Cranial Electrotherapy Stimulation (CES) to Treat PTSD (CES-fMRI-PTSD)
Use of the Fischer Wallace Cranial Stimulator to relieve symptoms related to PTSD.
|Study Design:||Allocation: Randomized
Endpoint Classification: Efficacy Study
Intervention Model: Crossover Assignment
Masking: Double Blind (Subject, Investigator, Outcomes Assessor)
Primary Purpose: Treatment
|Official Title:||Cranial Electrotherapy Stimulation (CES) to Treat PTSD: Identifying Metrics of Efficacy Using Brain Imaging|
- BOLD fMRI and spectroscopy (neural activation patterns/brain function) [ Time Frame: 6 weeks ] [ Designated as safety issue: No ]For PTSD-diagnosed participants: Three weeks of daily treatments (Monday-Friday) of CES will result in quantitative changes in neural activation patterns during task performance as measured by BOLD functional MRI. A secondary hypothesis is that these changes in brain function will parallel an improvement in mood which will be reflected in changes in resting state MRI scans.
- Clinician-Administered PTSD Scale (CAPS) [ Time Frame: 6 weeks ] [ Designated as safety issue: No ]The CAPS is the gold standard in PTSD assessment. The CAPS is a 30-item structured interview that corresponds to the DSM-IV criteria for PTSD. The CAPS can be used to make a current (past month) or lifetime diagnosis of PTSD or to assesses symptoms over the past week. In addition to assessing the 17 PTSD symptoms, questions target the impact of symptoms on social and occupational functioning, improvement in symptoms since a previous CAPS administration, overall response validity, overall PTSD severity, and frequency and intensity of five associated symptoms (guilt over acts, survivor guilt, gaps in awareness, depersonalization, and derealization). For each item, standardized questions and probes are provided. As part of the trauma assessment (Criterion A), the Life Events Checklist (LEC) is used to identify traumatic stressors experienced. CAPS items are asked in reference to up to three traumatic stressors.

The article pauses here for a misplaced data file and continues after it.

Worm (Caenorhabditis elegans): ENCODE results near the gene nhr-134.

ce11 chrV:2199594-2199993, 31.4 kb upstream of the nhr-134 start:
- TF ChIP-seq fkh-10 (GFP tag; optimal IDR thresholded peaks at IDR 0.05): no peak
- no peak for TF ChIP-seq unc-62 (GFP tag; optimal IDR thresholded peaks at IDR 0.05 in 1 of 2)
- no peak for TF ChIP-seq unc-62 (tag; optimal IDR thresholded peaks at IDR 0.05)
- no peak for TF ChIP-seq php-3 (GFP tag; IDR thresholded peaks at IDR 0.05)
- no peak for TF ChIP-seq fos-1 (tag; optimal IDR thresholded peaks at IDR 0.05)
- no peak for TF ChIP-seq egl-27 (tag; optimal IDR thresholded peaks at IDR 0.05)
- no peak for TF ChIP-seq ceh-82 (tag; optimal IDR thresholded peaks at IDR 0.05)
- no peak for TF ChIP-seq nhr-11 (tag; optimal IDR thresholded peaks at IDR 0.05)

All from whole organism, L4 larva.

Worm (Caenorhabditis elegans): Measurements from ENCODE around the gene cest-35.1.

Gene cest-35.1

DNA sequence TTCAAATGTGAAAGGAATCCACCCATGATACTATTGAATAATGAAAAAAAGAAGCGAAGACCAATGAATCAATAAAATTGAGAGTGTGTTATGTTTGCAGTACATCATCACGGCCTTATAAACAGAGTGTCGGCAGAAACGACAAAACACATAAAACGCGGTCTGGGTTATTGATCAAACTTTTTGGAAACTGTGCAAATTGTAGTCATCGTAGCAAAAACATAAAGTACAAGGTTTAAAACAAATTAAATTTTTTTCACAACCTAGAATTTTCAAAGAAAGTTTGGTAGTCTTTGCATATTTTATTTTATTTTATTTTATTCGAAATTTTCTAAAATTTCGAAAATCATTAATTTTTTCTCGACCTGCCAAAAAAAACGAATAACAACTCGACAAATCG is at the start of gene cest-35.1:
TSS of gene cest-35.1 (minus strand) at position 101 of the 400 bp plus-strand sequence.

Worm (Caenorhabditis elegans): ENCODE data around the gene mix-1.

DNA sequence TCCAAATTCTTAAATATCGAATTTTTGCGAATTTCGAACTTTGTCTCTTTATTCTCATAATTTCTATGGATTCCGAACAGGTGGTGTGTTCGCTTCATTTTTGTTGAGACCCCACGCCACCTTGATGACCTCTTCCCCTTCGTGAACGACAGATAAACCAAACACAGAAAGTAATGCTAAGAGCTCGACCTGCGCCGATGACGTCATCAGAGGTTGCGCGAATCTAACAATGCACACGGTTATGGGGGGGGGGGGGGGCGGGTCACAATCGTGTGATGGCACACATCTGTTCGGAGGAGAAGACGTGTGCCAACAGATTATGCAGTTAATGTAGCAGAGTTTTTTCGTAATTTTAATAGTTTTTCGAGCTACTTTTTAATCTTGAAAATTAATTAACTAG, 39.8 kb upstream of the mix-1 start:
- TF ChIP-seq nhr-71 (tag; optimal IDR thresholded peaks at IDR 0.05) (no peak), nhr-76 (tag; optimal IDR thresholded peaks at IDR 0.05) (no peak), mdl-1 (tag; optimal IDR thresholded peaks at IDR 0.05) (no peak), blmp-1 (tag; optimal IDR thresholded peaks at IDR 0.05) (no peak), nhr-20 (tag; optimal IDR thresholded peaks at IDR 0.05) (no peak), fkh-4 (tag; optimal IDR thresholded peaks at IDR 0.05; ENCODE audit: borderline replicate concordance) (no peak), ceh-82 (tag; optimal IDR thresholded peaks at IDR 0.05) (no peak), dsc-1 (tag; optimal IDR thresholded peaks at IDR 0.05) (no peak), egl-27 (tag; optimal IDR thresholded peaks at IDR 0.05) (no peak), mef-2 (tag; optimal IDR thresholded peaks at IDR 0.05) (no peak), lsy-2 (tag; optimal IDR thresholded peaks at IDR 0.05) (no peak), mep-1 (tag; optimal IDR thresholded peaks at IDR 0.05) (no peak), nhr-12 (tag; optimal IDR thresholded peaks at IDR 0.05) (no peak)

|Study Start Date:||May 2010|
|Estimated Study Completion Date:||May 2015|
|Estimated Primary Completion Date:||May 2014 (Final data collection date for primary outcome measure)|
Active Comparator: Active stimulation
The Fisher Wallace Cranial Electrostimulation device generates micro currents of electricity using a patented series of radio frequencies. The device has been designated by the FDA to be minimally invasive and has FDA approval to be used to reduce symptoms associated with anxiety, depression, pain and insomnia. The unit is locked at the factory to deliver a maximal output of 4 mA of current and has a timer that prevents it from staying on longer than 20 minutes. Current will be limited to a maximum of 2 mA.
|Device: Fisher Wallace Cranial Stimulator|
Placebo Comparator: Sham stimulation
Participants are outfitted with a device that is identical in appearance but does not deliver any current.
The advent of an appreciation that alternative and complementary practices can have some beneficial effect on health has prompted the question of whether there are empirical measures of improvement that do not rely solely on subjective reports. The present study proposes to explore whether transcranial stimulation (or cranial electrotherapy stimulation; CES) using an FDA-approved device can alter brain function, mood and responses to cognitive tasks in patients diagnosed with Post Traumatic Stress Disorder (PTSD). Furthermore, the study will test whether such changes parallel clinical improvement in signs and symptoms. The dependent variables of interest will be magnetic resonance imaging (MRI). Secondarily, we will assess the effects of CES on brain chemistry through the use of magnetic resonance spectroscopy procedures in normal, healthy control participants.
|United States, Massachusetts|
|Belmont, Massachusetts, United States, 02478|
|Contact: Scott E Lukas, PhD 617-855-2767 firstname.lastname@example.org|
|Contact: David M Penetar, PhD 617-855-2913 email@example.com|
|Principal Investigator: Scott E Lukas, PhD|
|Principal Investigator:||Scott E Lukas, PhD||McLean Imaging Center, McLean Hospital|